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Hoffmann, R. A wiki for the life sciences where authorship matters. Nature Genetics (2008)

The two calcium-binding proteins, S100A8 and S100A9, are involved in the metabolism of arachidonic acid in human neutrophils.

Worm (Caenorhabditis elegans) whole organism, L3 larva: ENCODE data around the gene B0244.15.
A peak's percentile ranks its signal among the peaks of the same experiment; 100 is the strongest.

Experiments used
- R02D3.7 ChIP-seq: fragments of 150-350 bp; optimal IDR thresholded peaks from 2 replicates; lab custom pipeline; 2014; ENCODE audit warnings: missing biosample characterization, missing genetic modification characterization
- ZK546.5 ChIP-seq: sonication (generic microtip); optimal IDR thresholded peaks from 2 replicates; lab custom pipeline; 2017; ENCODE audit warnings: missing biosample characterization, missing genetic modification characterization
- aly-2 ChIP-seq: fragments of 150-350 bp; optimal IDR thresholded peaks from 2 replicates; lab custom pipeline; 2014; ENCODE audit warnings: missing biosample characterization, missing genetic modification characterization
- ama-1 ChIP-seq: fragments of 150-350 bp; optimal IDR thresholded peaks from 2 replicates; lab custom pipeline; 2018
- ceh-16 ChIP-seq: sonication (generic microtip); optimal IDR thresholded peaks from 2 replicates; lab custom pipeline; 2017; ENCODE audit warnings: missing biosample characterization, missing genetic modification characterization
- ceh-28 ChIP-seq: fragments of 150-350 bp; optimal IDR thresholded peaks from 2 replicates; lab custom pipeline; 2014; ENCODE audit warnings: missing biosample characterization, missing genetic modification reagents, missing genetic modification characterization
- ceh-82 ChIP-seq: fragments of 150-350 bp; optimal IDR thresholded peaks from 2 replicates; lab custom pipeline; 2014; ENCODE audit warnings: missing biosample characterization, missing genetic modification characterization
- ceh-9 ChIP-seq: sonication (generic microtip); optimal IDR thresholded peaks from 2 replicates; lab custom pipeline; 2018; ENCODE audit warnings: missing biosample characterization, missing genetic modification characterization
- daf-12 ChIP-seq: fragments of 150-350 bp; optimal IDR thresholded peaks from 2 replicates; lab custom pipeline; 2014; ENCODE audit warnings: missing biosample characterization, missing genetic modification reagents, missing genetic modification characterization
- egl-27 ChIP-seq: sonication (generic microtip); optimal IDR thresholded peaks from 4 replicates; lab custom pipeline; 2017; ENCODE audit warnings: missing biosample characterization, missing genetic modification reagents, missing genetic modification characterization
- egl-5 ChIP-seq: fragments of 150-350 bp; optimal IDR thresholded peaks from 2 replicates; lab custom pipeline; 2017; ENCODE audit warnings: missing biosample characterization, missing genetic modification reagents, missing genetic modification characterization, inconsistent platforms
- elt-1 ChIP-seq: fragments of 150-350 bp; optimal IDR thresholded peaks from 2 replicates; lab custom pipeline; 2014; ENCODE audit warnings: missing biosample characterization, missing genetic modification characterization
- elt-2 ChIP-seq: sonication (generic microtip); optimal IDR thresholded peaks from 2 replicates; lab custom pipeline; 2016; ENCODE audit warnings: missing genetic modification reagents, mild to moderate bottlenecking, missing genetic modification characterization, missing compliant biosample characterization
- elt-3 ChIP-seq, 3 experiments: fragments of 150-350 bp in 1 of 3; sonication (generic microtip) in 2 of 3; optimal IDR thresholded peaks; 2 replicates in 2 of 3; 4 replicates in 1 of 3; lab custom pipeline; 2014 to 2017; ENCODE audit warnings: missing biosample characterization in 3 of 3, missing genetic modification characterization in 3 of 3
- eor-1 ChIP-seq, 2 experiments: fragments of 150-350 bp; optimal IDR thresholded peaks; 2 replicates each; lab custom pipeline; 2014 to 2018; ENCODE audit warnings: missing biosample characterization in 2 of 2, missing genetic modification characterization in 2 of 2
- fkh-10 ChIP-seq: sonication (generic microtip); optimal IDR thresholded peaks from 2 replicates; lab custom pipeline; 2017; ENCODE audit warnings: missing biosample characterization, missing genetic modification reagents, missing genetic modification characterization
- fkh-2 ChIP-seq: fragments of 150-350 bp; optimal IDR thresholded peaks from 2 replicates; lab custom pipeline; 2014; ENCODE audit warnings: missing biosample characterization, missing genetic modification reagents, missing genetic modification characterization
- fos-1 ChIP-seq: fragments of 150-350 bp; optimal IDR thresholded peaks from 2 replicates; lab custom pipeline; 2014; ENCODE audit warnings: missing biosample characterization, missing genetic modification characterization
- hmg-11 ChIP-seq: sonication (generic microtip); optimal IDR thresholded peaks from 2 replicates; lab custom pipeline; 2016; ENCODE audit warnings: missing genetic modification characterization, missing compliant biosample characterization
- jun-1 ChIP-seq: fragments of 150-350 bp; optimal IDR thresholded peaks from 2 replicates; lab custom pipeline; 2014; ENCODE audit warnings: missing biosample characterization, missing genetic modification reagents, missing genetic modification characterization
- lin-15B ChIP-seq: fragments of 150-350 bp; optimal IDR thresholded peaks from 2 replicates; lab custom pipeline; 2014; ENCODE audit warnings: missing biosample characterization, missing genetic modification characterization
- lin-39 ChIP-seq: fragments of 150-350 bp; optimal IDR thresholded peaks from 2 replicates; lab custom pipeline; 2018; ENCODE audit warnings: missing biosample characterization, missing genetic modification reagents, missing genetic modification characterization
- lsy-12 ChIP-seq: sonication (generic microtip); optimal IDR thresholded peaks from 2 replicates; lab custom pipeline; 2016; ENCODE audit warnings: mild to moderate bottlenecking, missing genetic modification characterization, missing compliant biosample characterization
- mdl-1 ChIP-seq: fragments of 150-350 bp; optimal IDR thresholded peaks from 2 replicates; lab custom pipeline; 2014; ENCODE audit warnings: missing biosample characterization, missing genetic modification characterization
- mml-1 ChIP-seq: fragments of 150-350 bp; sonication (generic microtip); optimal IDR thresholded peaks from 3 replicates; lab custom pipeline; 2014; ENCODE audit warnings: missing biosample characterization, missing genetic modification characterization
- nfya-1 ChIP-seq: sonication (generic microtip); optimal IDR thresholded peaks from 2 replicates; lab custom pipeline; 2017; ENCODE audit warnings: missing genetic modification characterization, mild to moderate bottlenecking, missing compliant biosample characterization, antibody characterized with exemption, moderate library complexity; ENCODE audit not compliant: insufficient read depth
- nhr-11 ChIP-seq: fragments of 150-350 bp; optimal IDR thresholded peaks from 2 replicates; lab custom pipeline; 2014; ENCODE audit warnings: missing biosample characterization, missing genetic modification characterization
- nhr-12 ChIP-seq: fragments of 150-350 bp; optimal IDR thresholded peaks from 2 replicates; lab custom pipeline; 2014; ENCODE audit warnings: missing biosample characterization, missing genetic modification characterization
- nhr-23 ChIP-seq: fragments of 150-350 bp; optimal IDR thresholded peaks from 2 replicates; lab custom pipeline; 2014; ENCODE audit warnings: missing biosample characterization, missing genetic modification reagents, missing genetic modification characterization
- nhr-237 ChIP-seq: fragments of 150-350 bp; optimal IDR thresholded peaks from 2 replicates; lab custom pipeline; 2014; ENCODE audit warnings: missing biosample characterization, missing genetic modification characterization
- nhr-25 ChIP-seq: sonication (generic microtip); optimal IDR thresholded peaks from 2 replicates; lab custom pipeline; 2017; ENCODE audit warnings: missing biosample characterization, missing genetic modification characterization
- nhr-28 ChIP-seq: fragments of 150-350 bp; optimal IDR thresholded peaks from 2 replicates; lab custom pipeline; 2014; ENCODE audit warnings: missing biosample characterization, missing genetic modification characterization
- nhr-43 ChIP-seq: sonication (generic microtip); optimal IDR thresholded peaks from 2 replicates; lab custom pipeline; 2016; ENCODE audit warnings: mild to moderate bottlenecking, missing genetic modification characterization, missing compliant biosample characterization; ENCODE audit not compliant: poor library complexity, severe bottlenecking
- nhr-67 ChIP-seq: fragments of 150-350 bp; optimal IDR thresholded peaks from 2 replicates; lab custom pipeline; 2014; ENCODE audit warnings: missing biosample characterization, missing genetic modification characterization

Recently, we identified the two myeloid related protein-8 ( MRP8) (S100A8) and MRP14 (S100A9) as fatty acid-binding proteins (Klempt, M., Melkonyan, H., Nacken, W., Wiesmann, D., Holtkemper, U., and Sorg, C. (1997) FEBS Lett. 408, 81-84). Here we present data that the S100A8/ A9 protein complex represents the exclusive arachidonic acid-binding proteins in human neutrophils. Binding and competition studies revealed evidence that (i) fatty acid binding was dependent on the calcium concentration; (ii) fatty acid binding was specific for the protein complex formed by S100A8 and S100A9, whereas the individual components were unable to bind fatty acids; (iii) exclusively polyunsaturated fatty acids were bound by S100A8/ A9, whereas saturated (palmitic acid, stearic acid) and monounsaturated fatty acids (oleic acid) as well as arachidonic acid-derived eicosanoids (15-hydroxyeicosatetraenoic acid, prostaglandin E(2), thromboxane B(2), leukotriene B(4)) were poor competitors. Stimulation of neutrophil-like HL-60 cells with phorbol 12-myristate 13-acetate led to the secretion of S100A8/ A9 protein complex, which carried the released arachidonic acid. When elevation of intracellular calcium level was induced by A23187, release of arachidonic acid occurred without secretion of S100A8/ A9. In view of the unusual abundance in neutrophilic cytosol (approximately 40% of cytosolic protein) our findings assign an important role for S100A8/ A9 as mediator between calcium signaling and arachidonic acid effects. Further investigations have to explore the exact function of the S100A8/A9-arachidonic acid complex both inside and outside of neutrophils.[1]


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